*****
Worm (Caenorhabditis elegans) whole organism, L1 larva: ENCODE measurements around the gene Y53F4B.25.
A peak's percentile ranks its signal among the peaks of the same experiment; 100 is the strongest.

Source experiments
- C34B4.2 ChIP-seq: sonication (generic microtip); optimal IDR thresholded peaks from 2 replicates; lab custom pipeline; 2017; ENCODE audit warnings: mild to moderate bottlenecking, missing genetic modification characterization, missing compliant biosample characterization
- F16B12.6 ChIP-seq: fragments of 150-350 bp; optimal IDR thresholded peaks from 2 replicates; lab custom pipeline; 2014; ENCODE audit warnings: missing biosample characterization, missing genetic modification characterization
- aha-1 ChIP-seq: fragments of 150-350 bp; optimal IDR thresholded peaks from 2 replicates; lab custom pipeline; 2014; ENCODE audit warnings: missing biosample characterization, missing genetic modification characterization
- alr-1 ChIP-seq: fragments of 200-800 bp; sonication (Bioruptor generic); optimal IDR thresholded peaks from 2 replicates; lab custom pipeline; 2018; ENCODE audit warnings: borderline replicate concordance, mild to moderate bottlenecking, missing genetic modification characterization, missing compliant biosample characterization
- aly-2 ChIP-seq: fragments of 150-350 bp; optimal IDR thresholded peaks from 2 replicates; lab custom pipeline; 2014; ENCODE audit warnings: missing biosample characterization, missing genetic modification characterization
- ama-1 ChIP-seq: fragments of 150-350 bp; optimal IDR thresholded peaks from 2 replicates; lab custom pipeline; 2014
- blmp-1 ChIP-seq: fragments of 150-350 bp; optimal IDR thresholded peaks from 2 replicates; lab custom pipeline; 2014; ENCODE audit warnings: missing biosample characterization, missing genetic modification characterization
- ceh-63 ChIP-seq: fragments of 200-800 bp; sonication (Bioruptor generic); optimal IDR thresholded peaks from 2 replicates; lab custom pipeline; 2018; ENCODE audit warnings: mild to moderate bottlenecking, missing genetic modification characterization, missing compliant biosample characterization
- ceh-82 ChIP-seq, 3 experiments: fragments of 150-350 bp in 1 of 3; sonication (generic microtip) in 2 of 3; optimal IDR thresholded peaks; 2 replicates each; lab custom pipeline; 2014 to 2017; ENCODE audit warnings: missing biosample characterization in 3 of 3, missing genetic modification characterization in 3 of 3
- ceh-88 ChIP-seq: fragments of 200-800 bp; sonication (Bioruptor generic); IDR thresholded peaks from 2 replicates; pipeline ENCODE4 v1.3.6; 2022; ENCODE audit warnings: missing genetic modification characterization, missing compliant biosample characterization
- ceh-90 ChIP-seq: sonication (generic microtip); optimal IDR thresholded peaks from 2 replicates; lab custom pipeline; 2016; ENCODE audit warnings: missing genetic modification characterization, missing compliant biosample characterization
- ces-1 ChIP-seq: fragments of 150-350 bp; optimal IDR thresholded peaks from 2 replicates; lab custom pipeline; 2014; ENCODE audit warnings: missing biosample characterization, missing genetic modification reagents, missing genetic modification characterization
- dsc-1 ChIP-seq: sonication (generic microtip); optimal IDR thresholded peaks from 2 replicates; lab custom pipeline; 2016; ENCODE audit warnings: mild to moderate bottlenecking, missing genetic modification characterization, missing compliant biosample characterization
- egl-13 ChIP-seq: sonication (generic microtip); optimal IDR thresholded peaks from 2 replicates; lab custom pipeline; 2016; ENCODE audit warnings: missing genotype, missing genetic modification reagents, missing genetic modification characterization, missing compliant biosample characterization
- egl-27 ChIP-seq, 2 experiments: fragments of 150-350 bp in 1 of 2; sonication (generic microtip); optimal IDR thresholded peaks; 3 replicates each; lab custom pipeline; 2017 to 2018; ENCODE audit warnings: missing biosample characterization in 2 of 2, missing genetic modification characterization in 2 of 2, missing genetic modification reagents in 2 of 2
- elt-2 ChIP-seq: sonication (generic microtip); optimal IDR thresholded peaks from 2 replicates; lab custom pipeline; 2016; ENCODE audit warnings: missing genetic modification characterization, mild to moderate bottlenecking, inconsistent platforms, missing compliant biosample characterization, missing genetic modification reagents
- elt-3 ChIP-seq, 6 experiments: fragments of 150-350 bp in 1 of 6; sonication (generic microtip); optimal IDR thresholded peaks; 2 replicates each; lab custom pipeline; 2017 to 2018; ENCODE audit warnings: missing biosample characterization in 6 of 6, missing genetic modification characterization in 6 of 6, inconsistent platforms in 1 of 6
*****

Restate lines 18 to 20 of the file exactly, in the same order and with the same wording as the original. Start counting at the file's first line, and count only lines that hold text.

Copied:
- egl-27 ChIP-seq, 2 experiments: fragments of 150-350 bp in 1 of 2; sonication (generic microtip); optimal IDR thresholded peaks; 3 replicates each; lab custom pipeline; 2017 to 2018; ENCODE audit warnings: missing biosample characterization in 2 of 2, missing genetic modification characterization in 2 of 2, missing genetic modification reagents in 2 of 2
- elt-2 ChIP-seq: sonication (generic microtip); optimal IDR thresholded peaks from 2 replicates; lab custom pipeline; 2016; ENCODE audit warnings: missing genetic modification characterization, mild to moderate bottlenecking, inconsistent platforms, missing compliant biosample characterization, missing genetic modification reagents
- elt-3 ChIP-seq, 6 experiments: fragments of 150-350 bp in 1 of 6; sonication (generic microtip); optimal IDR thresholded peaks; 2 replicates each; lab custom pipeline; 2017 to 2018; ENCODE audit warnings: missing biosample characterization in 6 of 6, missing genetic modification characterization in 6 of 6, inconsistent platforms in 1 of 6